From left, City of Quesnel Forestry Initiatives Manager Erin Robinson; Lauri Sikanen, the group manager and principal scientist for Finland’s Natural Resources Institute; B.C. Forests Minister Doug Donaldson; Quesnel Mayor Bob Simpson; Jarno Valkeapaa, the trade commissioner for the Embassy of Finland in Ottawa; and B.C. Forests Parliamentary Secretary Ravi Kahlon celebrate the grand opening of Quesnel’s new Forestry Innovation Centre Sept. 18. Lindsay Chung photo

City of Quesnel celebrates grand opening of Forestry Innovation Centre

The centre showcases what can be done with all the different wood products produced in this area

Showcasing all that can be done with the wood products being produced in this area and offering space for visiting researchers to come up with ideas for the future of forestry, the City of Quesnel’s new Forestry Innovation Centre opened Sept. 18.

In kicking off the grand opening reception, Quesnel Mayor Bob Simpson said this new centre was made possible by “a lot of guts and determination by a lot of people,” and he particularly thanked Erin Robinson, the City’s Forestry Initiatives Manager, and Taddea Kunkel, the Forestry Initiatives Co-ordinator and the City’s grant writer.

The Forestry Innovation Centre, located on the second floor of City Hall, features offices and research space and many examples of different wood products from the local area, which are showcased in the furniture and on the walls of the centre.

“What you see represented in this room is a partnership between ourselves and industry and our artisans and our community and our contractors and our community,” said Simpson. “The intention of this centre is to become a focal point for our desire as a community … we want to see our forest sector re-invigorated, re-invented and re-purposed. In many cases, when you track the history of natural resource communities when their base economy starts to fail, the natural reaction is to turn your back on it. That doesn’t do justice to the contribution that base economy has done. In the last term, Quesnel City Council made a very deliberate decision that we were going to do diversification work … but we also made a deliberate decision to continue to be a forest-dependent community forever — because the forests can be forever, and extraction of value from those forests can be forever, and the jobs and the benefits to our community from that sustainable resource can be forever as well.”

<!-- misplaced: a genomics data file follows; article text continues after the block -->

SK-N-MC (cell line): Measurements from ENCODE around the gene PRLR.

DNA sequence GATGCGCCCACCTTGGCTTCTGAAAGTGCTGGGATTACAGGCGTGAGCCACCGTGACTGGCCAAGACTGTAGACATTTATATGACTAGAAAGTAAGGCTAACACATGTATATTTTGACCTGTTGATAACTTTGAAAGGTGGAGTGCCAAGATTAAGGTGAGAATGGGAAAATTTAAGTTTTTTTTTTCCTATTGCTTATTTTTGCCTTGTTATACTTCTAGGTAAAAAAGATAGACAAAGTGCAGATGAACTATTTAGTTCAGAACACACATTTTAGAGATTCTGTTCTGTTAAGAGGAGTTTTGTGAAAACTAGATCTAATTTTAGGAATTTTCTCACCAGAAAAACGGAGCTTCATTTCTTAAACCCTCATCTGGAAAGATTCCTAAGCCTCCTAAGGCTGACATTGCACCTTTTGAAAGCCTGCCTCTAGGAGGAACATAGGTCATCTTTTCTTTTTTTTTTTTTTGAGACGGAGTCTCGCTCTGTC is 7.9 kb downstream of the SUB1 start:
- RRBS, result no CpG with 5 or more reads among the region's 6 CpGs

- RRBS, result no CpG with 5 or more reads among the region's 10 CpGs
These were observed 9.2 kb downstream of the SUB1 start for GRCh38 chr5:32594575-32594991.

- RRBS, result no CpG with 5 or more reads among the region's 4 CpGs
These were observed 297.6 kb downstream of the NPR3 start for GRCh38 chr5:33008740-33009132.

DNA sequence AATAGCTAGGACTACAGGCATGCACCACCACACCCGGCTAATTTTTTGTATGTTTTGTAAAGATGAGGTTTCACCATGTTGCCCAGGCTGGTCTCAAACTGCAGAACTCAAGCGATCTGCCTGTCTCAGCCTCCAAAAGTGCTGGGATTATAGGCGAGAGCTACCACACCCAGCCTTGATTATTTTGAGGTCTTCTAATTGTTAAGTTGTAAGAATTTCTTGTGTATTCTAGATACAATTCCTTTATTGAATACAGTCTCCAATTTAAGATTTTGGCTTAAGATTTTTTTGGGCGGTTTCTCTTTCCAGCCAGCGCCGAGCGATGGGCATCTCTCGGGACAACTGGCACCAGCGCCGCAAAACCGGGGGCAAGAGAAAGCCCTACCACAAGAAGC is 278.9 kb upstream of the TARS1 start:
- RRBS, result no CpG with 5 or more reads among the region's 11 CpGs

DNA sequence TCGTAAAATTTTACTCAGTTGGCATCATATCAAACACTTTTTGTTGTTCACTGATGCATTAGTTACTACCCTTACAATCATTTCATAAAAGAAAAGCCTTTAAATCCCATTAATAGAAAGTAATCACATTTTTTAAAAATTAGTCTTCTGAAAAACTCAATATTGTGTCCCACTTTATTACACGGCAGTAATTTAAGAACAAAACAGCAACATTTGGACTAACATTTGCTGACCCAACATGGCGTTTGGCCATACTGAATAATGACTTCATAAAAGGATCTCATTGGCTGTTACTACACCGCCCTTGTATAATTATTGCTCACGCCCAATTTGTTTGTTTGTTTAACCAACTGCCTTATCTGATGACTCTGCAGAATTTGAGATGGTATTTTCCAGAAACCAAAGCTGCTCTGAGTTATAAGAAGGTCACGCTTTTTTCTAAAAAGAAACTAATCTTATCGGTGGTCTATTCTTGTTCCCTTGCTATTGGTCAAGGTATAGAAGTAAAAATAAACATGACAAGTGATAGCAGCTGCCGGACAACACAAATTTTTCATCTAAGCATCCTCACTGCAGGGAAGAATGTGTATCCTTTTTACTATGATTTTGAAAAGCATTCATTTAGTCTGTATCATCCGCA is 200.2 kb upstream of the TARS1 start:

In May 2017, the City started a Forestry Think Tank process, and Simpson says since then, they have done a lot of work around trying to think about how the landscape could be managed differently than it is today so it isn’t as susceptible to large-scale disturbances and it can be stabilized.

“We’re now turning our attention to the kinds of innovation that needs to occur in our manufacturing sector and in the markets that we need to get into,” said Simpson. “This centre is a place to locate that thinking and innovation. It’s a place to attract some of the investment that we hope to see happen in the research and development, and to date, before we even opened the Innovation Centre, we’ve had queries from Laval University and UBC, we have a Finnish delegation here today, so we’ve already started to get an interest by the very fact that we’ve built this Innovation Centre, and that’s what we hope to grow. We hope this to be a place where people can experience what is possible with wood and see what is possible with wood in the future.”

Doug Donaldson, the provincial Minister of Forests, Lands, Natural Resource Operations and Rural Development, was in Quesnel for the grand opening, and he called the centre “a real shining light in the interior of B.C. about how we can do things differently in forestry.”

“We have to re-think about training for the forest sector, the jobs for the future, whether it’s on the management side or in the production side of the kind of products we see here — and the kind of products we see here are maximizing value over maximizing volume, and that’s definitely the direction we need to head,” he said. “That’s our focus as government is the kind of products that are on display here. We always know there will be an important role for the dimensional lumber sector in forestry, and that’s what traditionally we’ve been built on, but we know there’s fewer merchantable logs in the forest, and we’ve got to do more with what we have and ensure we maximize value for every log that’s brought out — and that also involves the training side. This facility is amazing, the way it highlights that, and I know it’s going to be a very cool place to be, and there are going to be people clambering for those offices, I’m sure, in the future.”

The centre cost about $160,000, and Simpson says it mostly came out of the City’s building reserve.

Quesnel’s new Forestry Initiatives Program up and running



editor@quesnelobserver.com

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